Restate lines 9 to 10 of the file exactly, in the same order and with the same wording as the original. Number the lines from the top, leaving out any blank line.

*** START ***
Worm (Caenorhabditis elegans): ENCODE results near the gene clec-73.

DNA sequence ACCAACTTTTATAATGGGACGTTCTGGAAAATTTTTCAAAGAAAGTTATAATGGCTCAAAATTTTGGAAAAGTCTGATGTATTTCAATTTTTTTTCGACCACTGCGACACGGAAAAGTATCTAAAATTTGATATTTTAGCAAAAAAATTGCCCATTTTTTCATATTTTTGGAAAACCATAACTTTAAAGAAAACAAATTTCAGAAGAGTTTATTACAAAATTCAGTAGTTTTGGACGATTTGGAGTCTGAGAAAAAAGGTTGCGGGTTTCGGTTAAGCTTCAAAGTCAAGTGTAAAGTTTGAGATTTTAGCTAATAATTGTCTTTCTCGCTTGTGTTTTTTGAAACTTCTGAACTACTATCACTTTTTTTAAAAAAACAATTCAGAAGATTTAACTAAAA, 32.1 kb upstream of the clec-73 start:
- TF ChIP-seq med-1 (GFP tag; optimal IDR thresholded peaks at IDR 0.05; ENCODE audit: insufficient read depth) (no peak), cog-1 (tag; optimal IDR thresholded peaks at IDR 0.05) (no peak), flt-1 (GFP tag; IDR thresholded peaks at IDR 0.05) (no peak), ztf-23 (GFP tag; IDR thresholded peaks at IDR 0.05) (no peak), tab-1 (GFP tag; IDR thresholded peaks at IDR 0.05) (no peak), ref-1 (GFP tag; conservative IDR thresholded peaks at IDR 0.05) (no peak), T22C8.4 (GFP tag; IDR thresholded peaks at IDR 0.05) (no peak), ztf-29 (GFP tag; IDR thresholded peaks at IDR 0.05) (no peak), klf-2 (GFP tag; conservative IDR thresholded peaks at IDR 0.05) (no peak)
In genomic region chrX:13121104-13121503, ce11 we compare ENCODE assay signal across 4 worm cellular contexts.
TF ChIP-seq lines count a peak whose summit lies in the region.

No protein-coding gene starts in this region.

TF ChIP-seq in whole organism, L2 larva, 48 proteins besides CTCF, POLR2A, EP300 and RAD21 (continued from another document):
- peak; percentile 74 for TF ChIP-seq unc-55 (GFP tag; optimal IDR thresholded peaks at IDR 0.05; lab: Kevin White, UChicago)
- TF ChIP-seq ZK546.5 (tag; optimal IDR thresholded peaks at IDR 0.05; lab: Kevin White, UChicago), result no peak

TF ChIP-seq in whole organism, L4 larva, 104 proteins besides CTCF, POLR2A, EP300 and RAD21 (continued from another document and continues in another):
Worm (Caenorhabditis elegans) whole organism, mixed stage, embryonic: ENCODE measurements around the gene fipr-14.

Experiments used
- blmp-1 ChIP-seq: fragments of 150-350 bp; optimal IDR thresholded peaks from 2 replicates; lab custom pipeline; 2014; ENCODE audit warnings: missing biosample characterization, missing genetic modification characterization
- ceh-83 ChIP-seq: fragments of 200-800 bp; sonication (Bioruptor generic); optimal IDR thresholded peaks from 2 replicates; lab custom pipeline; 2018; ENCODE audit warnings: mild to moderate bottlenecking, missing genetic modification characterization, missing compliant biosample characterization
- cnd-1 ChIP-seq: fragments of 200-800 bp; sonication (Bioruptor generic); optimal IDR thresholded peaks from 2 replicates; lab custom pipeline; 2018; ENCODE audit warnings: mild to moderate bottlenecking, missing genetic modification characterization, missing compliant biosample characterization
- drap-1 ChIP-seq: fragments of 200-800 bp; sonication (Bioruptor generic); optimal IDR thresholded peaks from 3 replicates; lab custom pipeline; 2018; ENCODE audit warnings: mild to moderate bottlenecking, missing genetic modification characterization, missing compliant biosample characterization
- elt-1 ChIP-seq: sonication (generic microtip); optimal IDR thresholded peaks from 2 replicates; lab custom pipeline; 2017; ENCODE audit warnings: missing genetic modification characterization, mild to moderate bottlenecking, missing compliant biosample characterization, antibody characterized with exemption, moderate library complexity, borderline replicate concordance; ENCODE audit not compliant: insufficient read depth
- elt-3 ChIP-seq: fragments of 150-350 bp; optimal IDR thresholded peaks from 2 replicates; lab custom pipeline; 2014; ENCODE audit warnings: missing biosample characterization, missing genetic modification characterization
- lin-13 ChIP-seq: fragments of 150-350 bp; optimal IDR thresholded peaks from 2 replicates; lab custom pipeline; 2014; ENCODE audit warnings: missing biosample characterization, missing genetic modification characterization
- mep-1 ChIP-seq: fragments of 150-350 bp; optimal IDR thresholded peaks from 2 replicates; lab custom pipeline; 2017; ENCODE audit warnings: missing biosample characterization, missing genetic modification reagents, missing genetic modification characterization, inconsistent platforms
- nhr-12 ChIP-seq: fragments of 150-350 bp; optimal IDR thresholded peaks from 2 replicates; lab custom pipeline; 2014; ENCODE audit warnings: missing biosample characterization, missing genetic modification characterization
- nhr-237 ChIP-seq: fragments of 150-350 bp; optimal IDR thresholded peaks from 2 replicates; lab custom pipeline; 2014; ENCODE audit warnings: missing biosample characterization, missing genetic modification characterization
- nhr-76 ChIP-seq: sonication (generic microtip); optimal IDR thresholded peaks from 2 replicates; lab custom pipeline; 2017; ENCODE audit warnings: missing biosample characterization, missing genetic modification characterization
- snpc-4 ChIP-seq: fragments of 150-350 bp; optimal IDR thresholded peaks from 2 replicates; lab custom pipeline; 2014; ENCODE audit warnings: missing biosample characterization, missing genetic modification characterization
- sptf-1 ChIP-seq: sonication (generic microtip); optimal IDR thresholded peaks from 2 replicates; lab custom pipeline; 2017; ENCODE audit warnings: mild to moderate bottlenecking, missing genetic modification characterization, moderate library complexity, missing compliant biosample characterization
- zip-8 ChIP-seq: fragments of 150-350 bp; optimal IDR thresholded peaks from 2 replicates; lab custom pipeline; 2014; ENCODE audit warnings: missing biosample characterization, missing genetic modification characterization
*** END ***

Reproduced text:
- TF ChIP-seq ZK546.5 (tag; optimal IDR thresholded peaks at IDR 0.05; lab: Kevin White, UChicago), result no peak

TF ChIP-seq in whole organism, L4 larva, 104 proteins besides CTCF, POLR2A, EP300 and RAD21 (continued from another document and continues in another):